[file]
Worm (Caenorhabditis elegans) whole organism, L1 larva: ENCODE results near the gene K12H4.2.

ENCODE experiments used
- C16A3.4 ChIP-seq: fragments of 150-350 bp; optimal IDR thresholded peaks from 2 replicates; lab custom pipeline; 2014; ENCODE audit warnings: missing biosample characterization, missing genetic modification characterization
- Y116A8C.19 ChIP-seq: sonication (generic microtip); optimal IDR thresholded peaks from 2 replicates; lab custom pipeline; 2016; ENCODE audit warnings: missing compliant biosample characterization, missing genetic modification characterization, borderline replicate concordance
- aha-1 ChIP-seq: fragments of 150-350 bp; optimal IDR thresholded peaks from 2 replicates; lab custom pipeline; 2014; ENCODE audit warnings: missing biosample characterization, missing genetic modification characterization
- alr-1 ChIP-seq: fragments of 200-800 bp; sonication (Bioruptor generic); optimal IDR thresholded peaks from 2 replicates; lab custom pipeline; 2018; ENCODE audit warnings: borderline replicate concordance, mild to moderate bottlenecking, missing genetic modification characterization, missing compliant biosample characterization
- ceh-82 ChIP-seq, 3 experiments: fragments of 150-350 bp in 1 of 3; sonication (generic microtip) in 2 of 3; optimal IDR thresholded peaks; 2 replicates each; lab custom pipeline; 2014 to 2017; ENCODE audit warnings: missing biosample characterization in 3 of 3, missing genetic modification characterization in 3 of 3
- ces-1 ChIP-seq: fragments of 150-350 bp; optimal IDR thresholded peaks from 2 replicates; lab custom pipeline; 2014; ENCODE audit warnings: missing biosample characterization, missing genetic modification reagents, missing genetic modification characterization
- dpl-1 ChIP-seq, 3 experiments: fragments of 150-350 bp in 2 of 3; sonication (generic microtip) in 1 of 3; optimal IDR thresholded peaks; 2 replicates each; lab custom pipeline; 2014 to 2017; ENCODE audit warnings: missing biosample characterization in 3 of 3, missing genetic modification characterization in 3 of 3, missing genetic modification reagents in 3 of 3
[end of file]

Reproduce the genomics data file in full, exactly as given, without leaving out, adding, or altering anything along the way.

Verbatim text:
Worm (Caenorhabditis elegans) whole organism, L1 larva: ENCODE results near the gene K12H4.2.

ENCODE experiments used
- C16A3.4 ChIP-seq: fragments of 150-350 bp; optimal IDR thresholded peaks from 2 replicates; lab custom pipeline; 2014; ENCODE audit warnings: missing biosample characterization, missing genetic modification characterization
- Y116A8C.19 ChIP-seq: sonication (generic microtip); optimal IDR thresholded peaks from 2 replicates; lab custom pipeline; 2016; ENCODE audit warnings: missing compliant biosample characterization, missing genetic modification characterization, borderline replicate concordance
- aha-1 ChIP-seq: fragments of 150-350 bp; optimal IDR thresholded peaks from 2 replicates; lab custom pipeline; 2014; ENCODE audit warnings: missing biosample characterization, missing genetic modification characterization
- alr-1 ChIP-seq: fragments of 200-800 bp; sonication (Bioruptor generic); optimal IDR thresholded peaks from 2 replicates; lab custom pipeline; 2018; ENCODE audit warnings: borderline replicate concordance, mild to moderate bottlenecking, missing genetic modification characterization, missing compliant biosample characterization
- ceh-82 ChIP-seq, 3 experiments: fragments of 150-350 bp in 1 of 3; sonication (generic microtip) in 2 of 3; optimal IDR thresholded peaks; 2 replicates each; lab custom pipeline; 2014 to 2017; ENCODE audit warnings: missing biosample characterization in 3 of 3, missing genetic modification characterization in 3 of 3
- ces-1 ChIP-seq: fragments of 150-350 bp; optimal IDR thresholded peaks from 2 replicates; lab custom pipeline; 2014; ENCODE audit warnings: missing biosample characterization, missing genetic modification reagents, missing genetic modification characterization
- dpl-1 ChIP-seq, 3 experiments: fragments of 150-350 bp in 2 of 3; sonication (generic microtip) in 1 of 3; optimal IDR thresholded peaks; 2 replicates each; lab custom pipeline; 2014 to 2017; ENCODE audit warnings: missing biosample characterization in 3 of 3, missing genetic modification characterization in 3 of 3, missing genetic modification reagents in 3 of 3